Estimated Study Completion Date : July 2026

Arm Intervention/treatment
Experimental: Intervention
Subjects with a PAR score between 15 and 40 and fulfilling the other eligibility criteria will be offered participation in the trial.
Device: Invisalign
Invisalign clear aligner system

No Intervention: Natural History
Subjects with a PAR score outside of 15-40 will be offered the opportunity to remain on study for the Natural History arm.

Primary Outcome Measures :
  1. Change in Peer Assessment Rating score (PAR) [ Time Frame: Day 0, Every two months up to 28 month ]
    The Peer Assessment Rating (PAR) index is a valid and reliable measure of orthodontic treatment outcome and is the most widely accepted such index. A score of zero represents an ideal occlusion and in general the higher the score, the more extensive the malocclusion.

Secondary Outcome Measures :
  1. Change in tooth movement [ Time Frame: Every two months from baseline up to 24 months ]
    Change from baseline in anatomical tooth movement at each post-baseline time point

Other Outcome Measures:
  1. QOL [ Time Frame: Day 0 up to 28 months ]
    Change in Oral Health Impact Profile (OHIP-14) from the start of the observation phase to the end of the primary phase of the intervention

  2. Masticatory efficiency [ Time Frame: 2 month and 28 months ]
    Mastication expressed as number of occlusal contacts obtained from the intra-oral scans. A significant increase in the number of occlusal contacts will be interpreted as an improvement in the anatomical aspect of mastication.

  3. Patient Satisfaction [ Time Frame: Day 0 and up to 28months ]
    PSQ is a pool of 41 items assessing satisfaction with various aspects of orthodontic care. These items are paired with five-point Likert scales (1=strongly disagree, 5=strongly agree). A higher score indicates higher satisfaction.

Information from the National Library of Medicine

Choosing to participate in a study is an important personal decision. Talk with your doctor and family members or friends about deciding to join a study. To learn more about this study, you or your doctor may contact the study research staff using the contacts provided below. For general information, Learn About Clinical Studies.

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Ages Eligible for Study:   12 Years to 40 Years   (Child, Adult)
Sexes Eligible for Study:   All
Accepts Healthy Volunteers:   No

Inclusion Criteria:

  1. Clinical diagnosis of OI type III or IV.
  2. Malocclusion of intermediate severity defined as a PAR score between 15 and 40.
  3. Age range 12 to 40 years at the screening visit.
  4. Presence of minimum number of intact teeth to proceed with orthodontic treatment.

Exclusion Criteria:

  1. Prior orthodontic treatment defined as - any history of braces, palatal expansion or Invisalign treatment.
  2. Candidates who meet the PAR score but need surgical intervention for correction of malocclusion
  3. Presence of impacted or retained teeth.
  4. Use of medication, other than bisphosphonates, known to affect bone metabolism and contraindicated on orthodontic treatment, examples are, growth hormone, corticosteroids (chronic use) and thyroid hormones.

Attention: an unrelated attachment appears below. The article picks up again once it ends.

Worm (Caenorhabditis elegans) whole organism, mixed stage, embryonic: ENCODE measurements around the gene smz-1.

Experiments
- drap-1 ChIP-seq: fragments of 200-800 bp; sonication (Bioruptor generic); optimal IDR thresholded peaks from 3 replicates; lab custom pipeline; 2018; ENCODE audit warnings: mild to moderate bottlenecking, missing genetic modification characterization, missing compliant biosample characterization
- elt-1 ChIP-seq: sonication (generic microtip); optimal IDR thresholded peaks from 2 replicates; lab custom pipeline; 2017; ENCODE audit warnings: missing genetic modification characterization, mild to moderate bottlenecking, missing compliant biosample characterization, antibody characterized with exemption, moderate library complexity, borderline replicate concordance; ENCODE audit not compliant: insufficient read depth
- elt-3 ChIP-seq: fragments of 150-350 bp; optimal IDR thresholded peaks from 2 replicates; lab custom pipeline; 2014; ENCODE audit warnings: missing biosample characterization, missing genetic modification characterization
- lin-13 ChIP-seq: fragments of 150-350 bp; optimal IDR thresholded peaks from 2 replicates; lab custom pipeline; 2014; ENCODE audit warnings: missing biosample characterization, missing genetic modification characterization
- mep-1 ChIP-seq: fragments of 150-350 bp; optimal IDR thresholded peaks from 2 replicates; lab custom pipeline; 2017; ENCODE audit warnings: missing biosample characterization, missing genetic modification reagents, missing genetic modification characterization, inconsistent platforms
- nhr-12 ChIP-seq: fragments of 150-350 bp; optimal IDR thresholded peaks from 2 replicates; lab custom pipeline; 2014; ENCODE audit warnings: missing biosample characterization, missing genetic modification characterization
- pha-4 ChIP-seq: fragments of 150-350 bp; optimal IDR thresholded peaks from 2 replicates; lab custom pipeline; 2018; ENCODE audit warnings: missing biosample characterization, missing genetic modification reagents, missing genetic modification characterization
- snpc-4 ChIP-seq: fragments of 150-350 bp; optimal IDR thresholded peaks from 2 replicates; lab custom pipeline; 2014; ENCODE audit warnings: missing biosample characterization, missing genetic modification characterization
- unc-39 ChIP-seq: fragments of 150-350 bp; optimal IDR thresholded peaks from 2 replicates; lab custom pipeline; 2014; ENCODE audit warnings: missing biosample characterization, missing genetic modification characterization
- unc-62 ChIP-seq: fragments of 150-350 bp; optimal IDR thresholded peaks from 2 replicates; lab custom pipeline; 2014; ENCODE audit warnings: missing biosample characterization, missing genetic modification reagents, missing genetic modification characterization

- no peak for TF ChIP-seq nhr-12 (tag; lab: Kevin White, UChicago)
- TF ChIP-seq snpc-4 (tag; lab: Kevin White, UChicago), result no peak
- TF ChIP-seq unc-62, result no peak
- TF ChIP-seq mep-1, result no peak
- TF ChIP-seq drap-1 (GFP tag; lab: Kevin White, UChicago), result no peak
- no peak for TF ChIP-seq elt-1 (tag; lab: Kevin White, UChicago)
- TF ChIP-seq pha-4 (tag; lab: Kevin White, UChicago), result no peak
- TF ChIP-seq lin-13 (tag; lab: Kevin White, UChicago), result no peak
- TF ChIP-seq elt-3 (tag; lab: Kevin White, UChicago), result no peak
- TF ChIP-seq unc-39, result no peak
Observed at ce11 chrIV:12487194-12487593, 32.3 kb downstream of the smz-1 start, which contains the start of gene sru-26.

5. Presence of other dental, oral or systemic conditions that may interfere with orthodontic treatment. Examples are severe gingivitis, active periodontal disease, cancer.
  6. Pregnancy - positive during screening visit.

Information from the National Library of Medicine

To learn more about this study, you or your doctor may contact the study research staff using the contact information provided by the sponsor.

Please refer to this study by its identifier (NCT number): NCT04815564

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Contact: Dianne Nguyen 713.798.6694

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United States, California
University of California Los Angeles Recruiting
Los Angeles, California, United States, 90095
Contact: Hannah Ebbers    310-794-6420   
Principal Investigator: Deborah Krakow, M.D.         
United States, Maryland
Nidcr/Nih Recruiting
Bethesda, Maryland, United States, 20892-1470
Contact: Danielle Elangue    301-451-9733   
Principal Investigator: Janice Lee         
United States, Missouri
University of Missouri Recruiting
Kansas City, Missouri, United States, 64108
Contact: Barbara Adkins    816-235-2156   
Principal Investigator: Jean-Marc Retrouvey         
Sponsors and Collaborators
Baylor College of Medicine
University of California, Los Angeles
University of Missouri, Kansas City
National Institute of Dental and Craniofacial Research (NIDCR)
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Principal Investigator: Janice Lee NIDCR/NIH
Principal Investigator: Jean-Marc Retrouvey University of Missouri, Kansas City
Principal Investigator: Deborah Krakow University of California, Los Angeles
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Responsible Party: Brendan Lee, Professor and Chairman, Baylor College of Medicine Identifier: NCT04815564    
Other Study ID Numbers: H48518
First Posted: March 25, 2021    Key Record Dates
Last Update Posted: September 21, 2022
Last Verified: September 2022
Individual Participant Data (IPD) Sharing Statement:
Plan to Share IPD: No

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Studies a U.S. FDA-regulated Drug Product: No
Studies a U.S. FDA-regulated Device Product: Yes
Product Manufactured in and Exported from the U.S.: No
Additional relevant MeSH terms:
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Osteogenesis Imperfecta
Tooth Diseases
Stomatognathic Diseases
Bone Diseases, Developmental
Bone Diseases
Musculoskeletal Diseases
Genetic Diseases, Inborn
Collagen Diseases
Connective Tissue Diseases